For chronic problems, especially the invisible ones, the route is much less obvious. You try a variety of medications and continually adjust the dosages. You go to endless physical therapy sessions. You see more specialists than you can count on two hands. You try acupuncture and massage. You sometimes cut out after-school activities or cancel plans with friends because you’re just too exhausted to engage socially. After a while, you hopefully settle on some combination of treatments and lifestyle alterations.

It’s a less sophisticated system of trial and error than anyone is comfortable admitting, and it’s certainly not a financially, emotionally, or mentally sustainable cycle to deal with long-term. Couple that with the difficulty in having to explain something as unpredictable as chronic pain to friends, family, and colleagues, and it is completely unsurprising that chronic pain patients have triple the average risk of developing symptoms of mental illness. Likewise, depressed patients have triple the average risk of developing chronic pain. Talk about a vicious cycle, especially for those without a good support system.

In my case, it was three years before a physician asked what I consider the “right” question: “Supposing that we can’t make your life pain-free, what do you consider most important?” It was an easy answer. Mental clarity, I said. At the time I was having trouble shaking the fuzziness that came with taking a combination of muscle relaxants, over-the-counter medications, and occasional narcotic painkillers. Since that combination still wasn’t treating the pain satisfactorily, I just wasn’t willing to bear the associated mental fogginess.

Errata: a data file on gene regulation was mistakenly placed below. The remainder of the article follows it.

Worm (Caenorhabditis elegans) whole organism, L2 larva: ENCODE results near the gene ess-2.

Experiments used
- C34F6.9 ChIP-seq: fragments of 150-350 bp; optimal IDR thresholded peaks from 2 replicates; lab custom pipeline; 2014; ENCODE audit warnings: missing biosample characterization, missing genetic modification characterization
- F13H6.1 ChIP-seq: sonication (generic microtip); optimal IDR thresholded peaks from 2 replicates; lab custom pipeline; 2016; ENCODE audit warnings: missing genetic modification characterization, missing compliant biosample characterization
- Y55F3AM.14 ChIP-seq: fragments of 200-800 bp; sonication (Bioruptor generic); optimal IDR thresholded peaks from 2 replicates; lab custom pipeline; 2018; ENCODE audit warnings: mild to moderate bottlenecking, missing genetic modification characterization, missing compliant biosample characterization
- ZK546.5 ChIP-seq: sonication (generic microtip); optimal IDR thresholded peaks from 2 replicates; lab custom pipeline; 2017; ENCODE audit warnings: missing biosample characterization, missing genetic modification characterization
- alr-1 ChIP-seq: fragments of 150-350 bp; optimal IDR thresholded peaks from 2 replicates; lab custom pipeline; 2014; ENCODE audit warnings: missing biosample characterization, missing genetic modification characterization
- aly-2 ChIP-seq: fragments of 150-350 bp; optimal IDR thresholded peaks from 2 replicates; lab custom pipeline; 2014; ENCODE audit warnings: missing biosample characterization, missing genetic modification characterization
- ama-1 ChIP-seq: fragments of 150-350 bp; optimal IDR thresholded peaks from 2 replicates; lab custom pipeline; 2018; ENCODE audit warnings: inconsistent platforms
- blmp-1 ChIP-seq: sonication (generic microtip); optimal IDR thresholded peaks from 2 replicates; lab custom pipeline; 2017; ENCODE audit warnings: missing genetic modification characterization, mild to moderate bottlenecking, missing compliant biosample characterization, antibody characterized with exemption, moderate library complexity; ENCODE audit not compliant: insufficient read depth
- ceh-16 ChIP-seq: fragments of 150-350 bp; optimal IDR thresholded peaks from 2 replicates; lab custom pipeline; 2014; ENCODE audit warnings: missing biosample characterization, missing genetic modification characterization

The clinician, a respected pain specialist, was open to the idea that my personal health goals might be different than the ones he would envision based on my chart. And to his credit, he worked with me to develop a treatment plan that fit those goals. It wasn’t perfect by any means. But I could live with painful clarity, and I was tired of hazily drifting in a muted world.

If we are to control costs while maintaining high-quality care, this kind of dialogue is essential. Not every patient will make the same choice as I did, and obviously some aspects of treatment will be dictated by the patient’s particular presentation – but that does not mean that clinicians should not strive to satisfy a patient’s unique health goals.

And if we can learn to have these difficult conversations about chronic pain, we can perhaps apply the same concepts to other intertwined chronic conditions as well, such as diabetes (an estimated 60 to 70 percent of patients develop neuropathic pain). While frank dialogue alone does not guarantee a completely pain-free existence, it can lead to an improved quality of life. In the absence of fully developed neuroimaging technology that renders pain visible, such as the kind being developed at Stanford by Dr. Sean Mackey, it may be our best and most cost-effective option.